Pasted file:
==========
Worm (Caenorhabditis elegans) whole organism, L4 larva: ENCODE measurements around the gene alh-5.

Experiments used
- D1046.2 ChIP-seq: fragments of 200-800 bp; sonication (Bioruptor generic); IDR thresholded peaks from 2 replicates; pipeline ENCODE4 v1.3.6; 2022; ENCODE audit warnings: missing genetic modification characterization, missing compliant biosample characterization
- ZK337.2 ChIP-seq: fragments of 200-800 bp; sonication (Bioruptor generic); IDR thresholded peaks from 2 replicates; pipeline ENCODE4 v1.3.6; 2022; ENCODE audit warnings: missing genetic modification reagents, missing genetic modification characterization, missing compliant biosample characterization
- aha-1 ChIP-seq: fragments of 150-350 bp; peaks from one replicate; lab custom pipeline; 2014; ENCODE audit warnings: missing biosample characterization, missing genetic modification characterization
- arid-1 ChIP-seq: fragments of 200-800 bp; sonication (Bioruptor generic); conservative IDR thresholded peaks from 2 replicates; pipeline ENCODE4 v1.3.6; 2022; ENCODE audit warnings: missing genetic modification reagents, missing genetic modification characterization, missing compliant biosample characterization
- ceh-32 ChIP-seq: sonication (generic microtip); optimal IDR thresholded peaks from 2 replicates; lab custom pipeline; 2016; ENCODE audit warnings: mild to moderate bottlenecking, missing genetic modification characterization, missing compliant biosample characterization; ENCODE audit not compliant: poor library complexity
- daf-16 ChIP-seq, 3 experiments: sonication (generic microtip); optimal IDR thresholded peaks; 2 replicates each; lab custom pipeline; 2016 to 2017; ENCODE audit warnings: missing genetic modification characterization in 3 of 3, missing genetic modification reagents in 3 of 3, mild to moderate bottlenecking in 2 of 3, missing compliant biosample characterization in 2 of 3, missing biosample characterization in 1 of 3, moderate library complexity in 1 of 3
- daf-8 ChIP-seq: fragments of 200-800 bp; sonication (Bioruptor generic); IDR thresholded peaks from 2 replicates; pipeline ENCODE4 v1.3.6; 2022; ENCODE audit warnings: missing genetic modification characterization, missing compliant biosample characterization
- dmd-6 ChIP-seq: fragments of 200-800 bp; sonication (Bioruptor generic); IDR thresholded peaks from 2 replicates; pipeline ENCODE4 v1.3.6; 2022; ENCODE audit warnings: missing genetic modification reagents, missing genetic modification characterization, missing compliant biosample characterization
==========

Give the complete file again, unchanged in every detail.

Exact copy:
Worm (Caenorhabditis elegans) whole organism, L4 larva: ENCODE measurements around the gene alh-5.

Experiments used
- D1046.2 ChIP-seq: fragments of 200-800 bp; sonication (Bioruptor generic); IDR thresholded peaks from 2 replicates; pipeline ENCODE4 v1.3.6; 2022; ENCODE audit warnings: missing genetic modification characterization, missing compliant biosample characterization
- ZK337.2 ChIP-seq: fragments of 200-800 bp; sonication (Bioruptor generic); IDR thresholded peaks from 2 replicates; pipeline ENCODE4 v1.3.6; 2022; ENCODE audit warnings: missing genetic modification reagents, missing genetic modification characterization, missing compliant biosample characterization
- aha-1 ChIP-seq: fragments of 150-350 bp; peaks from one replicate; lab custom pipeline; 2014; ENCODE audit warnings: missing biosample characterization, missing genetic modification characterization
- arid-1 ChIP-seq: fragments of 200-800 bp; sonication (Bioruptor generic); conservative IDR thresholded peaks from 2 replicates; pipeline ENCODE4 v1.3.6; 2022; ENCODE audit warnings: missing genetic modification reagents, missing genetic modification characterization, missing compliant biosample characterization
- ceh-32 ChIP-seq: sonication (generic microtip); optimal IDR thresholded peaks from 2 replicates; lab custom pipeline; 2016; ENCODE audit warnings: mild to moderate bottlenecking, missing genetic modification characterization, missing compliant biosample characterization; ENCODE audit not compliant: poor library complexity
- daf-16 ChIP-seq, 3 experiments: sonication (generic microtip); optimal IDR thresholded peaks; 2 replicates each; lab custom pipeline; 2016 to 2017; ENCODE audit warnings: missing genetic modification characterization in 3 of 3, missing genetic modification reagents in 3 of 3, mild to moderate bottlenecking in 2 of 3, missing compliant biosample characterization in 2 of 3, missing biosample characterization in 1 of 3, moderate library complexity in 1 of 3
- daf-8 ChIP-seq: fragments of 200-800 bp; sonication (Bioruptor generic); IDR thresholded peaks from 2 replicates; pipeline ENCODE4 v1.3.6; 2022; ENCODE audit warnings: missing genetic modification characterization, missing compliant biosample characterization
- dmd-6 ChIP-seq: fragments of 200-800 bp; sonication (Bioruptor generic); IDR thresholded peaks from 2 replicates; pipeline ENCODE4 v1.3.6; 2022; ENCODE audit warnings: missing genetic modification reagents, missing genetic modification characterization, missing compliant biosample characterization